New Jersey law requires that your employer pay for all “reasonable and necessary medical care” when you have been hurt on the job. New Jersey is not what is known as a “wage loss state,” though, so technically, New Jersey workers’ compensation benefits do not include a provision for lost income. Instead, New Jersey mandates that employers compensate workers for any temporary disability, In essence an income replacement. Furthermore, if your injuries are permanent, even if they don’t keep you from working, you may be entitled to permanent disability compensation.

How Are Disability Payments Calculated?

For a temporary disability—where you were off work at least seven days, but are expected to or have returned to work—your temporary disability payments are calculated by taking 70% of your average weekly wage (AWW)—the average you earned over the last 52 calendar weeks. You may also be subject to maximum and minimum rates weekly benefits. To continue receiving any disability payments, you must remain under medical care. In addition, you can only receive temporary disability payments until you go back to work or until you have reached maximum medical improvement (MMI).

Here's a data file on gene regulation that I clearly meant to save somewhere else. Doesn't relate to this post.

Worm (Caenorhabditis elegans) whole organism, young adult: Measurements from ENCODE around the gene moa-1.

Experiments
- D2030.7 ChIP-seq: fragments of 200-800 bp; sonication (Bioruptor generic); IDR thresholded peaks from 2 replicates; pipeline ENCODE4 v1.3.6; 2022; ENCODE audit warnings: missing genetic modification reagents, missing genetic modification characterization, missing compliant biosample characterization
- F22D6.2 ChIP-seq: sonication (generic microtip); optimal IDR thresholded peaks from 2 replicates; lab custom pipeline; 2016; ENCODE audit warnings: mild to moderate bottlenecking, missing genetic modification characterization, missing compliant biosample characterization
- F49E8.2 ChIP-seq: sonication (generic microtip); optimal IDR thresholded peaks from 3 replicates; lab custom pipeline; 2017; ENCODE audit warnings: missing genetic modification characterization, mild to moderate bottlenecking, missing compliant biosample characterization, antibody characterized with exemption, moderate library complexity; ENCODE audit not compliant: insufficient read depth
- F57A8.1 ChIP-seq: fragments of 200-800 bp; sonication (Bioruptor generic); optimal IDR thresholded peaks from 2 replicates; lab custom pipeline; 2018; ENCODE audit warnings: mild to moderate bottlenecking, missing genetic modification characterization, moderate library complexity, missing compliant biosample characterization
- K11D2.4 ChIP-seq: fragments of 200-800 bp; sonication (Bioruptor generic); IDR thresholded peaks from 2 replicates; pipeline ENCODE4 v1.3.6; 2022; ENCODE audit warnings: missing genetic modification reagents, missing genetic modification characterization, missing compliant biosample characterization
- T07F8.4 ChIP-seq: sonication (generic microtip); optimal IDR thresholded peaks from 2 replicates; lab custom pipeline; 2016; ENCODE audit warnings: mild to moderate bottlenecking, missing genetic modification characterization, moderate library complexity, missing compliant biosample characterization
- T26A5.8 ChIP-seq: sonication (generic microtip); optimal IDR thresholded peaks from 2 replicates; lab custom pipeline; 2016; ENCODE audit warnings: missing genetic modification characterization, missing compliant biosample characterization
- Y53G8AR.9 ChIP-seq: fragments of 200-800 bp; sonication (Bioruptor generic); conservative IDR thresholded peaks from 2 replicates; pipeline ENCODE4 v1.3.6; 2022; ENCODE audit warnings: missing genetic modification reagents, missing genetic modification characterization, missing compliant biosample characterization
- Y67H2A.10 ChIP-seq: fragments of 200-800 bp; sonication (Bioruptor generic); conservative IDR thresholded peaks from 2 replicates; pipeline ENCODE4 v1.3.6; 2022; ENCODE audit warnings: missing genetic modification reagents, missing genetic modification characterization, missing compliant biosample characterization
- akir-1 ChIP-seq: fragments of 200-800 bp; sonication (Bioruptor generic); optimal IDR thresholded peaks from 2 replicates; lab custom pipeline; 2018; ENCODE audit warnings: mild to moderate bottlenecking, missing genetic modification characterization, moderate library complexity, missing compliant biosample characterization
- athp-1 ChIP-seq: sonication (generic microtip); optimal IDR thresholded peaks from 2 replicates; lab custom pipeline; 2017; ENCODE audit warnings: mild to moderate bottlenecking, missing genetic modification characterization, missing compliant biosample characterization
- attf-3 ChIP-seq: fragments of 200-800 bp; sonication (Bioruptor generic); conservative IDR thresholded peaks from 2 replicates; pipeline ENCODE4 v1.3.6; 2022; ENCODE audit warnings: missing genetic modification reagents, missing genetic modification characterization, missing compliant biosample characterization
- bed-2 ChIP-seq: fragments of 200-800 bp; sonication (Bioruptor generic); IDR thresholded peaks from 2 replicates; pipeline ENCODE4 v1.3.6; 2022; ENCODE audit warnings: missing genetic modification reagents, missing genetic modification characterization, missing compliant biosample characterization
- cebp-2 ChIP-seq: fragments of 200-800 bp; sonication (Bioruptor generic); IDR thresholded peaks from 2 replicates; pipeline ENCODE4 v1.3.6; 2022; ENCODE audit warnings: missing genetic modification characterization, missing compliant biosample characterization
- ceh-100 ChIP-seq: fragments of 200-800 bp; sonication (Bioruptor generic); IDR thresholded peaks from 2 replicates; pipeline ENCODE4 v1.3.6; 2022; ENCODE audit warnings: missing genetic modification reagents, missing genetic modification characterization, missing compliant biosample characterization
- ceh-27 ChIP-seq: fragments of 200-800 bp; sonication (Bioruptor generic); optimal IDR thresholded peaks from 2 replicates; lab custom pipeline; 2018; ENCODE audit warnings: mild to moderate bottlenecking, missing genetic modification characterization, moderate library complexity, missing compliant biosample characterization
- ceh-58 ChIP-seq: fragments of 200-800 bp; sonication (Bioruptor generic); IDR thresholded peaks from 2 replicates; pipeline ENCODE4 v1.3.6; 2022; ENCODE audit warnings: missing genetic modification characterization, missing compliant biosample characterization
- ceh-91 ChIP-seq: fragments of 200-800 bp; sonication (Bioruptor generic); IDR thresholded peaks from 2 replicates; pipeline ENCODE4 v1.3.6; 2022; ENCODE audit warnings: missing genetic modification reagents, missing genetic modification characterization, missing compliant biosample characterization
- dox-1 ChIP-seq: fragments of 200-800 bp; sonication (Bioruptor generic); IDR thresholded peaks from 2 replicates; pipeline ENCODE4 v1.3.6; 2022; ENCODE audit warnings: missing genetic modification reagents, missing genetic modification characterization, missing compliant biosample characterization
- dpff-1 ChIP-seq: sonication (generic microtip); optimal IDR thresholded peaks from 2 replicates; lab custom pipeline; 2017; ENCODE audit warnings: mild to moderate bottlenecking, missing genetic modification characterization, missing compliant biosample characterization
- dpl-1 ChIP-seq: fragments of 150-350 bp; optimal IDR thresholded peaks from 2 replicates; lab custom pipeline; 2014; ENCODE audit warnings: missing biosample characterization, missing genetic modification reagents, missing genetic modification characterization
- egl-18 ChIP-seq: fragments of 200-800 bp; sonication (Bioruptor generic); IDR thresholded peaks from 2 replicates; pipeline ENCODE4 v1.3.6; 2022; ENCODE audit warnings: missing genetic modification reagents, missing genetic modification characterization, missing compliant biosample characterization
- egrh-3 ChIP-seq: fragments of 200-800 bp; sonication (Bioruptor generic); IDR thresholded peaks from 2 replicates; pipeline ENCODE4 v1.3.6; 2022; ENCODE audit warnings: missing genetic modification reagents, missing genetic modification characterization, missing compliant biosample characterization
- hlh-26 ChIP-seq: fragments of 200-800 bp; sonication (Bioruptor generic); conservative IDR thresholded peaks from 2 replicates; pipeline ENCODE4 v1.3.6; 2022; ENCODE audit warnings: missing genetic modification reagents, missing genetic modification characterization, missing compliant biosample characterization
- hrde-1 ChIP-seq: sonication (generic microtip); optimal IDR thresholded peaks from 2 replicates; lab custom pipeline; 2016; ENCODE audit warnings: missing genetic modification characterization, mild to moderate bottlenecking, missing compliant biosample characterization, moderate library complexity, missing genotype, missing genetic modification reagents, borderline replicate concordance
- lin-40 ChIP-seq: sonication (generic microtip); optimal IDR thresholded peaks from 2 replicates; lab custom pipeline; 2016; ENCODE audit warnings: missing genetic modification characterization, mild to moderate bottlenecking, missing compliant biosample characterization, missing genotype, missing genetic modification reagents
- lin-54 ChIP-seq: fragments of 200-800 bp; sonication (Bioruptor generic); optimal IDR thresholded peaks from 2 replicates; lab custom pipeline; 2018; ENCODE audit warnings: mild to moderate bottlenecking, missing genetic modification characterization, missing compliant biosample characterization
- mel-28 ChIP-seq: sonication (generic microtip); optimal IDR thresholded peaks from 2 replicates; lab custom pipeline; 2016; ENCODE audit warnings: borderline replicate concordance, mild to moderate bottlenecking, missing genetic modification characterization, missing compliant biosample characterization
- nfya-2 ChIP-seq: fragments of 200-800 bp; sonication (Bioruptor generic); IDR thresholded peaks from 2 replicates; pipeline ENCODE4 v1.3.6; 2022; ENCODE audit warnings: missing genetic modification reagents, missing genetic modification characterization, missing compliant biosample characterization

If, on the other hand, your disability is considered permanent, it will be identified as either permanent partial disability or permanent total disability. If you have sustained a permanent partial disability, you will be able to return to work, but will also be eligible for payments based on your percentage of disability. If your disability is permanent and total, meaning you can’t return to work, you will be entitled to 70% of your AWW for up to 450 weeks.

Contact Us

At Taylor & Boguski, we bring more than 70 years of combined legal experience to injured workers throughout New Jersey. For a free initial consultation, contact our office online or call us at 856-200-8989.

We handle all workers’ compensation claims on a contingency basis. We won’t charge you attorney fees if we don’t recover compensation for your losses.

When Can You Expect to Start to Collect Workers’ Compensation Benefits?

Injured person filling out a work injury claim form

One of the benefits that the workers’ compensation laws are supposed to provide workers is more timely access to benefits, as you don’t have to go through all the procedures tied to a personal injury lawsuit. But what does that mean—when can you actually expect to start collecting benefits?

The Waiting Period to Collect

You can’t actually file a claim for workers’ compensation benefits until your injury has kept you out of work for at least one calendar week. Once you do file, though, you will receive payments retroactive to the date of your injury (if your application is approved). The waiting period, though, only applies to compensation for lost wages—you don’t have to wait to seek medical treatment.